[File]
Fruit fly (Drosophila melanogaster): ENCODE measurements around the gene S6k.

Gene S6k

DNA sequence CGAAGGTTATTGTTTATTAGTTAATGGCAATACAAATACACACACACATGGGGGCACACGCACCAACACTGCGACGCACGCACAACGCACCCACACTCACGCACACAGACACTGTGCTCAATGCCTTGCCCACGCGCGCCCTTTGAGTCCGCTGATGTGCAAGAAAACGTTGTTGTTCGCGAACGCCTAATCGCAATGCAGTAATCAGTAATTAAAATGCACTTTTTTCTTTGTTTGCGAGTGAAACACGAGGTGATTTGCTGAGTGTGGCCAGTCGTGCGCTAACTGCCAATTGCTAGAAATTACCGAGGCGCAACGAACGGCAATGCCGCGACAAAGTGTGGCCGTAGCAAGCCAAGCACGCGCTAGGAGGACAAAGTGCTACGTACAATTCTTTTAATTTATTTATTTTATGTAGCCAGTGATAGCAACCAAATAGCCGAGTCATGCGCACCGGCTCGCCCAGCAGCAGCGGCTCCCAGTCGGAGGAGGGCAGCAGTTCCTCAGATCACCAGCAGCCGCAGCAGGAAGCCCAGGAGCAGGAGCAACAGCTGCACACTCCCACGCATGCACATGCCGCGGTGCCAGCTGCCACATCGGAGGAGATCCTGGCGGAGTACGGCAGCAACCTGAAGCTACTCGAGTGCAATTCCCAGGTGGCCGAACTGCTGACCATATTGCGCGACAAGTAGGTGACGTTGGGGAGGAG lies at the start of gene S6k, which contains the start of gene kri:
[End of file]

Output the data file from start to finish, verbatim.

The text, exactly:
Fruit fly (Drosophila melanogaster): ENCODE measurements around the gene S6k.

Gene S6k

DNA sequence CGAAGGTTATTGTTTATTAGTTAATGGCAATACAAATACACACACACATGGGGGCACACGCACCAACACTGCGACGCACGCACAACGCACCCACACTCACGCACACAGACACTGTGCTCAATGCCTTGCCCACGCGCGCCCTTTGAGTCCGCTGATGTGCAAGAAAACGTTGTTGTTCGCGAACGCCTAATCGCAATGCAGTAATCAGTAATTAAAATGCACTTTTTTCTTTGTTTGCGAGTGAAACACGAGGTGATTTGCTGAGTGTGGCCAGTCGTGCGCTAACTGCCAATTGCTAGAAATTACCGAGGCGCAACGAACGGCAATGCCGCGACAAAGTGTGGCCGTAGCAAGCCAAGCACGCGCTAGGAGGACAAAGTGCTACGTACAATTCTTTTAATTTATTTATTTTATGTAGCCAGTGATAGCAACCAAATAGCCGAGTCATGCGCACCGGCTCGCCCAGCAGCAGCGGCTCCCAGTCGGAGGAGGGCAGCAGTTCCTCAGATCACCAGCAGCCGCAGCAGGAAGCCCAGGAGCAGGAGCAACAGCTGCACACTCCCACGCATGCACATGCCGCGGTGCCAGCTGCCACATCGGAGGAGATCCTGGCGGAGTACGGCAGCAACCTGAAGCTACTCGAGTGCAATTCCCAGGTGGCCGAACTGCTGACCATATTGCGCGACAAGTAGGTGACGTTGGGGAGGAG lies at the start of gene S6k, which contains the start of gene kri: